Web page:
The Chong Kai War Cemetery situated only 2 kilometers south of town on the bank of the Kwai Noi River, the cemetery occupies the site of the Chong Kai which once was the prisoner of war camp. Smaller in size, the cemetery attracts visitors to see its peaceful, well-designed landscape where 1,740 POWs rest in eternal peace.

War Museum and Art Gallery, located not far away from the Bridge on the River Khwae is a private museum which features the World War II story and art objects such as war weapons, army uniforms, photographs, jewelry, etc.  Opening Hours: Daily from 07.00 a.m. - 06.30 pm.  Admission: is 40 baht/person.

The Jeath War Museum, the name JEATH is derived from countries which engaged in the WWII death railway construction from 1942 to 1945, which included Japan, England, America, Australia, Thailand and Holland. Located in the area of Wat Chai Chumphon, the museum is a reconstruction of the POWs thatched detention hut with cramped, elevated bamboo bunks. On the wall of the huts, photographs and illustrations of the POWs living conditions are on display. POWs who survived from the camp have donated items to enhance the museums atmosphere and authenticity.  Opening Hours: Daily from 08.30 a.m. - 06.00 pm.  Admission: is 30 baht.

Tham Khao Pun Temple (Wat Tham Khao Pun), once a major POW camp, the temple where many Buddha images are enshrined is located in the middle cave and is surrounded by stalactites and stalagmites. The temple is 3 kilometers from Chongkai War Cemetery.

Tham Mangkon Thong Temple (Wat Tham Mangkon Thong) situated 5 kilometers from town, the splendid temple is located in a cave which is only assessable via steps flanked by dragon carvings on both sides. The temple is well known for the incredible performance of a nun floating on the surface of a deep pool. A small museum displaying a variety of ancient objects found in the area is located nearby. Visitors can take buses from Kanchanaburi - Dan Makham Tia and get off at the temple.

Tham Phu Wa Temple (Wat Tham Phu Wa), the compound which is set in natural surroundings is situated approximately 15 kilometers away from the city. The temple is famous for meditation courses. In addition, there is a beautiful cave with plenty of stalactites that is worth a visit.

Ban Kao National Museum, a small Tambon (sub-district) located on the bank of the Kwai Noi River approximately 35 kilometers from the city is a site where some ancient Stone Age tools were found. In addition, a Neolithic burial site was discovered by the Dutch Allied POW, Dr. Van Hickderen who was forced to build the Death Railway. The consequences of findings revealed that tambon Ban Kao was once a dwelling of prehistoric men. Some critical discoveries included skeletons of prehistoric men, tools made from gravel stone and axes. The Ban Kao Museum houses skeletal remains, pots, axe heads, jewelry made from animal bones, and other artifacts dating from that period.  Opening Hours: Wed - Fri from 09.00 am. - 04.30 pm.  Admission: is 30 baht.

Somdet Phra Sri Nakharin Park, covering an area of 200 rai, the park is situated in Kanchanaburi's Agricultural College, tambon Nong Ya, approximately 9 kilometers from town. Local residents also dubbed the place as the Stone Garden as there are stones of different sizes and shapes scattered in the park.

Thailand - Burma Railway Centre, it is located near the Kanchanaburi War Cemetery (Don Rak), it puts on an exhibition of history of the Thailand – Burma railway from the invasion of the Imperial Japanese Army, planning and construction of the railway, its geography, living condition in POW camps, medical aspects, summary of deaths, operation, bombing and end of the railway, as well as aftermath of the war. Hours: Daily from 09.00 am. – 05.00 pm.  Admission: is 80 bath for adults and 40 bath for children under 14.

Ancient Town of Kanchanaburi, located in Tambon Lat Ya between Km. 2 – 3 on Highway 3199 off Highway 323. It used to be a border outpost confronting Burmese armies arriving through the Three Pagodas Pass since the Ayutthaya period and through to the Rattanakosin Period (ca. 1548 – 1784). Mounds of the rectangular earthen wall measuring 167 x 355 sq.m. and four corner fortresses still remain to be seen.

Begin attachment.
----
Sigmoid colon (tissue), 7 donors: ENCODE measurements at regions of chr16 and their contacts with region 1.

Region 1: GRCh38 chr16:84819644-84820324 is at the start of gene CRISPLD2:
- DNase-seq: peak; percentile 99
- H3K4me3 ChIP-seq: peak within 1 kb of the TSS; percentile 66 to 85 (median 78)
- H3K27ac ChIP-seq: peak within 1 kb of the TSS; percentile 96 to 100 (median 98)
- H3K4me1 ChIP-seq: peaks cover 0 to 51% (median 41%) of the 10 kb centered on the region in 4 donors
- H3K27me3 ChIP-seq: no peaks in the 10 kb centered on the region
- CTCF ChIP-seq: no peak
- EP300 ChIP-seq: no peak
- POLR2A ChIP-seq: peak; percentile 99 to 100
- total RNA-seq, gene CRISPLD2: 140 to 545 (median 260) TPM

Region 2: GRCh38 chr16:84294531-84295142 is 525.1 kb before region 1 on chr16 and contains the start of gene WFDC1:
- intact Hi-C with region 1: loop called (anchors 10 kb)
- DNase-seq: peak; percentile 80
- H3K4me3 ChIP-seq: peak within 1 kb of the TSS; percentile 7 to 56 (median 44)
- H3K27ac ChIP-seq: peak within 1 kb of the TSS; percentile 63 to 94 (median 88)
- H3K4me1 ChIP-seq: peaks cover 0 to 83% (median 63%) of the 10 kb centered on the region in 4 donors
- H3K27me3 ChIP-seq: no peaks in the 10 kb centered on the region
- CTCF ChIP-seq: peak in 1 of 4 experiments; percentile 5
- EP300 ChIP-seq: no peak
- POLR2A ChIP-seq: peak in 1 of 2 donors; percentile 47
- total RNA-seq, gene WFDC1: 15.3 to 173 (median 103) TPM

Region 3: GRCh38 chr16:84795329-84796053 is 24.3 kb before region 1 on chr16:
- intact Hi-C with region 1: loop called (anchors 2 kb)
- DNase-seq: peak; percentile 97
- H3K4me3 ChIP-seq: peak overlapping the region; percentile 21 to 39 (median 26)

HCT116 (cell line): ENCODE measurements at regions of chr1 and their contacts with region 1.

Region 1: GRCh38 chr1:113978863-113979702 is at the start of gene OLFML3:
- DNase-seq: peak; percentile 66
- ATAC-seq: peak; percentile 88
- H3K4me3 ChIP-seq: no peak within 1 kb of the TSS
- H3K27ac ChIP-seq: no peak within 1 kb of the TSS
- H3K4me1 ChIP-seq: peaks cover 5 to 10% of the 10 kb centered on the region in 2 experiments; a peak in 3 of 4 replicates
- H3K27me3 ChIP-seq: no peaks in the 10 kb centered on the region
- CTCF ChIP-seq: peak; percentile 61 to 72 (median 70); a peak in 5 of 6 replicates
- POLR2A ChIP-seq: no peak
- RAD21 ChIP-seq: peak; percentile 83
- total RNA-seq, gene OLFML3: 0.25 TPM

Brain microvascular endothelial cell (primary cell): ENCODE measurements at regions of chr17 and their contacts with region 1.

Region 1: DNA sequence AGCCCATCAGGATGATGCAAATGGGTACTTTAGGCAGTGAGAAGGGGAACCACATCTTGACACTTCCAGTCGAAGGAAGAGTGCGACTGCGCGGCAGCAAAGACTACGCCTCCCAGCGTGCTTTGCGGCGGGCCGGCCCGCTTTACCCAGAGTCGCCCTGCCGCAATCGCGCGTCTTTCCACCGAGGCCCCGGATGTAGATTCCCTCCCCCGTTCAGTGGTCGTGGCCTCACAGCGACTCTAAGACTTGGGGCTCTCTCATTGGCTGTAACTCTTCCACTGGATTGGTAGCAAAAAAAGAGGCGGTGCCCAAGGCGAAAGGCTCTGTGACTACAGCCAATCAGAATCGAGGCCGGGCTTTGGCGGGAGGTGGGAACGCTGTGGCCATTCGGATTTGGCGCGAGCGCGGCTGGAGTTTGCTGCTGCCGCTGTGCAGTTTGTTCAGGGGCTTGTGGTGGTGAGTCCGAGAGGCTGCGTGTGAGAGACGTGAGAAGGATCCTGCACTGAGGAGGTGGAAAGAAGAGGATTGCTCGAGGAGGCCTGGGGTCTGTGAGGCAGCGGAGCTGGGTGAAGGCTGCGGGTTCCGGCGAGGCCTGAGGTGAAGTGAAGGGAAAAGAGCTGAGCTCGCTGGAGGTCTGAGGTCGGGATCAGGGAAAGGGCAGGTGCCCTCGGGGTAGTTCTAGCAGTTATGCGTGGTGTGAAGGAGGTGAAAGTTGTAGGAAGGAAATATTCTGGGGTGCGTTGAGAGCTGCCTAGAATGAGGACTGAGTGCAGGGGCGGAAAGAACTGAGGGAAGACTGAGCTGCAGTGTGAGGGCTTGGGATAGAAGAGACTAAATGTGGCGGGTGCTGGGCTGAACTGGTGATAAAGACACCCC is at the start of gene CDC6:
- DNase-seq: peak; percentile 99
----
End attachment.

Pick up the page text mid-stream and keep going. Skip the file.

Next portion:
Pa Lelai Temple (Wat Pa Lelai) known locally as Wat Pha Ok and built in the Ayutthaya Period. The Mondop – a square building – once enshrined a seated Buddha image in the gesture of subduing Mara, which was drilled through the chest – ‘Pha Ok’ in Thai. An image of the Buddha receiving offerings from a monkey and an elephant known as ‘Palilayaka’ - Pa Lelai - was later constructed to replace the former one. Remains of architecture within the temple include Mondop, Wihan and round brick Chedi with clay mortar and cement coating.

Khun Phaen Temple (Wat Khun Phaen) from the side entrance of Wat Pa Lelai toward the training camp of the Faculty of Engineering, Chulalongkorn University, this is an abandoned temple built in the Ayutthaya Period. The complex included Phra Prang, which was the principal building of the temple, remains of which are still to be seen, Phra Ubosot, directional and satellite Chedis, and Wihan.

Mae Mai Temple (Wat Mae Mai) built in the Ayutthaya Period and located some 300 metres to the east of Wat Khun Phaen. There are 2 groups of architectural remains. The remains in the north include a large round Chedi situated on a plinth and rectangular west-facing Wihan. The remains in the south include a medium-scale east-facing Wihan, satellite Chedis and rectangular boundary wall, with a so-called ‘Sa Lang Kraduk’ or ‘bone-washing’ pond in between. Ruins of Wat Nang Phim or Wat Kanchanaburi Kao are located nearby.

The Nine-Army Battle Historical Park established by the Royal Thai Army, the park is located at tambon Chong Sadao, approximately 40 kilometers from town on Highway No. 3199. It was built to commemorate the great battle under the command of King Rama I to defend the kingdom against the invasion by King Bodawpaya of Burma in 1795. Thais know this event under the name of the Nine-Army Battle. The park is a center for historical research and conservation tourism that also provides information on the great battle. A sand table displaying battlefields and diagrams depicting the battle strategy are on display.  Opening Hours: Daily from 08.00 am. to 05.00 pm.
As you can see, the area is rich in history from many era’s with no lack of museums and things to see and explore.  If you want to learn more about Thailand, don’t hesitate to contact us to arrrange your adventure into the past.

More about Kanchanaburi

1 comment:

  1. Fantastic list of fantastic places near River khwae Yai. I have been to most of the places you mentioned and I quite like Tham Khao Pun Temple, Ban Kao National Museum, they are really great places to visit.